Rejected pro-gay church ads aired by some affiliates
Several independently owned affiliates of major television networks CBS and NBC will air a controversial advertisement for the United Church of Christ that was rejected by the networks because the ad alludes to condemnation of gay relationships by other churches. The two networks said they had longtime policies of not airing commercials that advocate for only one side of a political issue. Both say they have
accepted another ad from the Cleveland-based denomination.
The commercial rejected last week highlights the liberal-leaning denomination's welcoming stance toward gays and others who might feel alienated by other churches. It portrays a gay couple, a Hispanic man, a black woman, and a man in a wheelchair being pushed back from the doors of a church by two bouncers. Flashed are the words "Jesus didn't turn people away. Neither do we."
The United Church of Christ has over 1.3 million members in nearly 6,000 congregations in the United States. Membership has declined 23% in 15 years. Mission Broadcasting, which owns stations in Indiana, Illinois, Missouri, New York, Pennsylvania, and Texas, decided to air the spot for free through January on its 14 stations in those states, said Dennis Thatcher, executive vice president. "We see it as a message to all people of faith, that we are all equal in God's eyes," Thatcher said Wednesday.
In Oregon, where nearly 3,000 gay couples were married earlier this year, several affiliates said they would air the 30-second spot. Other networks accepted the ads, including ABC Family, Black Entertainment Television, and Discovery. Barb Powell, spokeswoman for the denomination, said Wednesday that some local churches have banded together to raise enough money to buy ad time at local network affiliates as a way to get around the national network rejection.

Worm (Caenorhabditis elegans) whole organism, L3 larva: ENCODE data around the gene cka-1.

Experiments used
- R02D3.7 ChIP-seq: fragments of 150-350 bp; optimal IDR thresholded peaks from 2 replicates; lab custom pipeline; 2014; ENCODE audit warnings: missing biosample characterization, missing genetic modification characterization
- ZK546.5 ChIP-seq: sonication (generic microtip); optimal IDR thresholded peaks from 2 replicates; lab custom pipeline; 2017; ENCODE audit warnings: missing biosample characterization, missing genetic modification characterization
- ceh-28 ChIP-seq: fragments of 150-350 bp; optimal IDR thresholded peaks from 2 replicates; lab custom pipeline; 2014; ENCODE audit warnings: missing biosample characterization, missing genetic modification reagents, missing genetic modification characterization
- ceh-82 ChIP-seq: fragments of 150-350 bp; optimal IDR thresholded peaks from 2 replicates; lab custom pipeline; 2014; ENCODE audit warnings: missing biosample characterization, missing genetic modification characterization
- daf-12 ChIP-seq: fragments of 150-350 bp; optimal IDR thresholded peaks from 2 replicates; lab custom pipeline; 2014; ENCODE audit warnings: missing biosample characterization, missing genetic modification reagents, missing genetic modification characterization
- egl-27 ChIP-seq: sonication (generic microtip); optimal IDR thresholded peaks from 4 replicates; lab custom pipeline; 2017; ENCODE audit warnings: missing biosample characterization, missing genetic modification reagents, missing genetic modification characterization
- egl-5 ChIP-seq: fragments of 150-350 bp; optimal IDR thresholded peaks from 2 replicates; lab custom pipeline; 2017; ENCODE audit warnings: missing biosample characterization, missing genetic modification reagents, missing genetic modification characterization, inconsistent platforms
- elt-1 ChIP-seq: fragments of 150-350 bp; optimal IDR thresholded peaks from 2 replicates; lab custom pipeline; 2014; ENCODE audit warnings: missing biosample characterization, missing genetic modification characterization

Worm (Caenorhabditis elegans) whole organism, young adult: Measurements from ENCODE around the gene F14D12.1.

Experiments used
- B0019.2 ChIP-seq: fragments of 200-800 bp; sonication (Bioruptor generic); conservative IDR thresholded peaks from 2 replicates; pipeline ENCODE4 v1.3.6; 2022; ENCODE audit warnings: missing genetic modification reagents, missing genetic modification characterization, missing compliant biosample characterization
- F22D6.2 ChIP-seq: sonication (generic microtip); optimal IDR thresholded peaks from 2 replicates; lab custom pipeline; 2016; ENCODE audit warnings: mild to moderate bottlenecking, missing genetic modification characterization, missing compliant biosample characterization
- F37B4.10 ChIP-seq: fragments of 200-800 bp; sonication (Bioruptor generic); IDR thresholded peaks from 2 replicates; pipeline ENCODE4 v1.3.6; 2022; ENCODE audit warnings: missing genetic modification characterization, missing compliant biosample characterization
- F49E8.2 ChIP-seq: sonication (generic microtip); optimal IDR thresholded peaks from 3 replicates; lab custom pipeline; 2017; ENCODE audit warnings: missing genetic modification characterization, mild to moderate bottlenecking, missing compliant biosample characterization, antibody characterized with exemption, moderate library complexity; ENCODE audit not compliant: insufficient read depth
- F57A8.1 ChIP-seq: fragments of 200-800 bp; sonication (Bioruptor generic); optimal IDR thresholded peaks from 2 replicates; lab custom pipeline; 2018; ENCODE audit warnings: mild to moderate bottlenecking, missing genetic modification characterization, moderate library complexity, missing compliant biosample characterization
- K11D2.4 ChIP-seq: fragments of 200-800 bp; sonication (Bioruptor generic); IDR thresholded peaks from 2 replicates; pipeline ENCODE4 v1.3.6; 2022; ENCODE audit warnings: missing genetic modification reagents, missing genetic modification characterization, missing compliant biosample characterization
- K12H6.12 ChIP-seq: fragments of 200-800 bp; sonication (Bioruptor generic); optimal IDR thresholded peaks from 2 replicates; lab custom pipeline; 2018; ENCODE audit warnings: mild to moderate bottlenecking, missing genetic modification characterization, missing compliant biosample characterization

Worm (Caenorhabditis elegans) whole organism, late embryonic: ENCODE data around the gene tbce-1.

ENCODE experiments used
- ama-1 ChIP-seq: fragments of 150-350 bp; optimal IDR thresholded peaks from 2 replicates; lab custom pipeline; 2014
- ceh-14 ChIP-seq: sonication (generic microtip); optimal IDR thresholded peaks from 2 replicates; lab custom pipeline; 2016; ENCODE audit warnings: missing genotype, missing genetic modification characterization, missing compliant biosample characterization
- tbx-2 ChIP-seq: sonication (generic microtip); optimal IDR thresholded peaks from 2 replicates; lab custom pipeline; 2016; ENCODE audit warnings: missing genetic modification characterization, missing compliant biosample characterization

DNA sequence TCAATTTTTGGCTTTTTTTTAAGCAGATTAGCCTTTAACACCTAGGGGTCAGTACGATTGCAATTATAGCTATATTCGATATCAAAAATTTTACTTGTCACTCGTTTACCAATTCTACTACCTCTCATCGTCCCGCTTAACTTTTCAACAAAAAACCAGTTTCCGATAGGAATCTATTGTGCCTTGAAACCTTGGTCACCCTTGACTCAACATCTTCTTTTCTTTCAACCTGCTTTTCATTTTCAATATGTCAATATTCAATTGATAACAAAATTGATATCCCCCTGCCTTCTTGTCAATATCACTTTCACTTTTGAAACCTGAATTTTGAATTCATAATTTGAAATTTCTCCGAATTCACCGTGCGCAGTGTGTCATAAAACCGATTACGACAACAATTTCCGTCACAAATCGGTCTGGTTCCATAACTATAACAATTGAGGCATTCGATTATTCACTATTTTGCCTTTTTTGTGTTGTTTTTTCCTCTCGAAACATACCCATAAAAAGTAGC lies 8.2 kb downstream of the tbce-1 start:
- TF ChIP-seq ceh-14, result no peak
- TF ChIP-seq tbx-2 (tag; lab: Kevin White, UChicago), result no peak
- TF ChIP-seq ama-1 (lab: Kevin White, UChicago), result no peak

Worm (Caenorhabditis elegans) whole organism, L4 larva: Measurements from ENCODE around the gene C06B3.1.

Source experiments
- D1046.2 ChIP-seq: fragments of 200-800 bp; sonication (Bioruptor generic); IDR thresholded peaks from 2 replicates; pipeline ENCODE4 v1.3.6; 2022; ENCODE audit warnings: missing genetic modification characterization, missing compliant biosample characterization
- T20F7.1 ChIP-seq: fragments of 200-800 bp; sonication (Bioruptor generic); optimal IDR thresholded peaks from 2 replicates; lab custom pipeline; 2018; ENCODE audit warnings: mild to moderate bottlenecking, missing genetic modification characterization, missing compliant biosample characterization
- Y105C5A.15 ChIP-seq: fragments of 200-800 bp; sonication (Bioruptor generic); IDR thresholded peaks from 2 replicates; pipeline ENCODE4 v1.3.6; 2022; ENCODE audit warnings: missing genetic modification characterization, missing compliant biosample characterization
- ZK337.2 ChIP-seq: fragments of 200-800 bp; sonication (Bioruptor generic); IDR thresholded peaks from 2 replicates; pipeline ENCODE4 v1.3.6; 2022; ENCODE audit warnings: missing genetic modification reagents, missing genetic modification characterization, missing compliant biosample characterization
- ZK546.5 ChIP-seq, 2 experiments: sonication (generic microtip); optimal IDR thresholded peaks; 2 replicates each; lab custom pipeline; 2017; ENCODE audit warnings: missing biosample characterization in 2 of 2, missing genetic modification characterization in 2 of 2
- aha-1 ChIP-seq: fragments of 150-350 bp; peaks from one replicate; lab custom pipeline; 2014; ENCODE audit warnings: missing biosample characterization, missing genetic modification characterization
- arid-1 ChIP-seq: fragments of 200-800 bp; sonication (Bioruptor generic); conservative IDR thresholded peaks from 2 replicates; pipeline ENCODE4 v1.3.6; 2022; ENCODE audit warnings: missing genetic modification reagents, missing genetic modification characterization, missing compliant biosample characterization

Thatcher said he believes networks are afraid of controversy because of flap over the brief exposure of singer Janet Jackson's breast during the Super Bowl earlier this year and resistance to airing the movie Saving Private Ryan, which depicts graphic war scenes. "Broadcasters are almost running scared and taking an unreasonable level of self-censorship," Thatcher said.
Shannon Jacobs, a spokeswoman for NBC in New York, said she would not comment on the affiliates airing the ad. CBS spokesman Dana McClintock said local stations have the authority to make such decisions. The ad accepted by the two networks shows a panorama of churchgoers, diverse in race and gender. The church plans to preview it nationally around Christmas and put it in heavy rotation around Lent in April, Powell said. ABC spokeswoman Julie Hoover said the network does not discuss specific advertisers but has banned all religious ads for decades. Powell said the church knew about the ban and did not pursue ABC.